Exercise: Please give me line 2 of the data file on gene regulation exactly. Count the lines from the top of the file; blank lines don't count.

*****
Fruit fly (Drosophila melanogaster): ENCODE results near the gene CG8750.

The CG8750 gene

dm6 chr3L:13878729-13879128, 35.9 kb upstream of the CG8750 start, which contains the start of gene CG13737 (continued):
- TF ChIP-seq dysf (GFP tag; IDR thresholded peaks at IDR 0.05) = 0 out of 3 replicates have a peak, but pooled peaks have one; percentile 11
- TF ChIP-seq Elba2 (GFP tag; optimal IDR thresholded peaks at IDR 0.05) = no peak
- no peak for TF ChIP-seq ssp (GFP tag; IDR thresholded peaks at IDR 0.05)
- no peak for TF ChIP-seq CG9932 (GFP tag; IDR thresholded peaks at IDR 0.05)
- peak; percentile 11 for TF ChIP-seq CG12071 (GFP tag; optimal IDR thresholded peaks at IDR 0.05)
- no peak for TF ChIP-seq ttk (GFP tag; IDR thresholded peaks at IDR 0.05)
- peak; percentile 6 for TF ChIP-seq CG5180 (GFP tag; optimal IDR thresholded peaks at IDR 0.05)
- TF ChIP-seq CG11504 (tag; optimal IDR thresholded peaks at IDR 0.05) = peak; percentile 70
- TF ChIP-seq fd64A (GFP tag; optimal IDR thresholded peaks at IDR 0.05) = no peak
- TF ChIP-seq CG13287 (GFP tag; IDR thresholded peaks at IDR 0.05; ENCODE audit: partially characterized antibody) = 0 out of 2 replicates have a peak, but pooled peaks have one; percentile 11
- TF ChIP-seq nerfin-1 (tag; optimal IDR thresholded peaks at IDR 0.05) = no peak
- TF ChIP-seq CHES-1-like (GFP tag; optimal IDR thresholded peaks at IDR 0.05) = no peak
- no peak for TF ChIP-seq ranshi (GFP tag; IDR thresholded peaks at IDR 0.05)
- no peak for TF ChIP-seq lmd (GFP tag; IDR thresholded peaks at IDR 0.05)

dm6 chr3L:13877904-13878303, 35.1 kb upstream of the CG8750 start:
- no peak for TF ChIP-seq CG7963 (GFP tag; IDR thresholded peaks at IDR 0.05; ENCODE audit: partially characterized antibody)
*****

The CG8750 gene